Christian Doabler


About Me (Bio): 
Christian Doabler, Ph.D., is a Research Assistant Professor with the Center on Teaching and Learning at the University of Oregon. He specializes in curriculum design, observation systems, and the prevention of learning difficulties. He is a former general education and special education teacher, and has co-authored four early mathematics interventions funded through the U.S. Department of Education (USDE). Currently, Dr. Doabler serves as the Project Director of a DRK-12 Development project funded by the National Science Foundation. Dr. Doabler is also a Co-Principal Investigator on three USDE-funded research projects focused on early math interventions for students who are at risk for mathematics difficulties. His scholarly contributions have been published in Elementary School Journal, Exceptional Children, and TEACHING Exceptional Children.
The University of Texas at Austin

The purpose of this project is to rigorously test the efficacy of the Precision Mathematics First-Grade (PM-1) intervention on the mathematics outcomes of English learners (ELs) who face mathematics difficulties (MD). The PM-1 intervention is designed to support students with or at risk for MD in developing a robust understanding of the underlying concepts, problem-solving skills, and vocabulary of early measurement and statistical investigation. This study will examine student response to the PM-1 intervention based on variables such as students' initial mathematics skill levels and proficiency in English, and explore how the rate and quality of mathematics discourse opportunities for ELs may predict gains in mathematics outcomes.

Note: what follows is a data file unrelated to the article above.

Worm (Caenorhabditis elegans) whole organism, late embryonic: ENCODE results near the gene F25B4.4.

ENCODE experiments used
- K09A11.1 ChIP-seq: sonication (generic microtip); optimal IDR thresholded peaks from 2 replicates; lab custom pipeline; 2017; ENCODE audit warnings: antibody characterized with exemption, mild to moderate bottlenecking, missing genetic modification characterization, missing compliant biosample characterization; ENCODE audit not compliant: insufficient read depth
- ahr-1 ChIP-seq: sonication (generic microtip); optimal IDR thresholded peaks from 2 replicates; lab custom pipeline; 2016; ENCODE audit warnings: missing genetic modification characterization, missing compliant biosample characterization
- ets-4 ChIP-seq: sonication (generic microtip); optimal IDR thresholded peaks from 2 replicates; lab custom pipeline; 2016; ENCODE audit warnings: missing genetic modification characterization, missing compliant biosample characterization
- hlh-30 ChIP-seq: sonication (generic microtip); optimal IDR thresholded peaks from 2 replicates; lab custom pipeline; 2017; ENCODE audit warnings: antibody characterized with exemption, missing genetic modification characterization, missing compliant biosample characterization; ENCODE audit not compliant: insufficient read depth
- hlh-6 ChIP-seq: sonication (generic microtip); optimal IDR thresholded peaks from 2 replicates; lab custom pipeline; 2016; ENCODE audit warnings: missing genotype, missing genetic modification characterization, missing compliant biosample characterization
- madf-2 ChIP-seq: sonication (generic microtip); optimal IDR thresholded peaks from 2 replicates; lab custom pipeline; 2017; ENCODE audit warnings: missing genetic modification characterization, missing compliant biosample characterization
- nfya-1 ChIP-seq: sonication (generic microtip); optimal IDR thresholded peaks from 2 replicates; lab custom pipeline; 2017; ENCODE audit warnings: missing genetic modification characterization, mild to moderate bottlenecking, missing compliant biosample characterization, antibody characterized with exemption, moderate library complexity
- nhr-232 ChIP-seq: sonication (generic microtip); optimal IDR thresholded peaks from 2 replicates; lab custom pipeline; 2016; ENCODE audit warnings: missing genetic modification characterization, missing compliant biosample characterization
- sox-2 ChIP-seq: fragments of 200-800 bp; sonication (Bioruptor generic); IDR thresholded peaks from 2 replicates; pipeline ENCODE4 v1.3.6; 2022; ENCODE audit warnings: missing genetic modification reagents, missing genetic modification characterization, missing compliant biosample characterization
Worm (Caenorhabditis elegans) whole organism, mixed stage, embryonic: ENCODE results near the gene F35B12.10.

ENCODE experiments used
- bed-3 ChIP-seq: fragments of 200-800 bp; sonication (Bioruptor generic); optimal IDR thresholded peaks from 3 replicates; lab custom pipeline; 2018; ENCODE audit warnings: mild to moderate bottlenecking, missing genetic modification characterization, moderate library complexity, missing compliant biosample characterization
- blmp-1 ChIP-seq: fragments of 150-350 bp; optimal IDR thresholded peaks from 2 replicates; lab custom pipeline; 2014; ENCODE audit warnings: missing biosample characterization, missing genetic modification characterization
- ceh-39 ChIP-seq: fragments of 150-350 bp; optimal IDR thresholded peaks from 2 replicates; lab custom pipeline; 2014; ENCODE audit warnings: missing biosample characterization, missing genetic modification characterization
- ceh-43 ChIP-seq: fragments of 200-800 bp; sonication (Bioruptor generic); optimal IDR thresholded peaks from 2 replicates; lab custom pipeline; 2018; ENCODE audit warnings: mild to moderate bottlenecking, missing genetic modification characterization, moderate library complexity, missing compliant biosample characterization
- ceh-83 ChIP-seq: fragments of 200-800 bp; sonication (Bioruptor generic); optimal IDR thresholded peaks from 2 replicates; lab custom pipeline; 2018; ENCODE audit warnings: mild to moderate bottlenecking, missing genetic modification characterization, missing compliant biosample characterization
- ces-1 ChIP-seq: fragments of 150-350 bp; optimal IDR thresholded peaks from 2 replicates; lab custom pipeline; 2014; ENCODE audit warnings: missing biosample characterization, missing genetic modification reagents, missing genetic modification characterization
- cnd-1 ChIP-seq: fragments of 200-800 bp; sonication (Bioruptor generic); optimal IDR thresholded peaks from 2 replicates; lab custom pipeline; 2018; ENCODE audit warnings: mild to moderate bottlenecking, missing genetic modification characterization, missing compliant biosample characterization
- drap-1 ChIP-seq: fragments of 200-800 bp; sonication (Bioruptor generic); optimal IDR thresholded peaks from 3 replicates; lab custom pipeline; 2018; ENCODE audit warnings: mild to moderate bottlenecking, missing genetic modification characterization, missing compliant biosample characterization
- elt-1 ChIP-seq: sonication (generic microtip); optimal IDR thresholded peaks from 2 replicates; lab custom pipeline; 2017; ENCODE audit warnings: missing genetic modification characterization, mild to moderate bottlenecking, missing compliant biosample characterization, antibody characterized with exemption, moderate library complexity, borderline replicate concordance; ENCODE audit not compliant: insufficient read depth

University of Oregon (UO)

The purpose of this 4-year project is to improve student mathematics achievement by developing a mathematics intervention focused on key measurement and data analysis skills. The PM intervention will be designed for first and second grade students who are experiencing mathematics difficulties. To increase student mathematics achievement, the intervention will include: (a) a technology-based component and (b) hands-on activities.

The University of Texas at Austin

The purpose of this project is to design and empirically evaluate a second grade science program, Scientific Explorers, aimed at promoting an early foundation for learning science among all students, including students at risk for or with learning disabilities in reading and mathematics. To support students as they engage in scientific tasks associated with Earth's Systems, this project will engineer the Scientific Explorers program around a guided inquiry framework, and develop and empirically validate a science assessment that measures students' knowledge and application of core science concepts and practices related to Earth's Systems.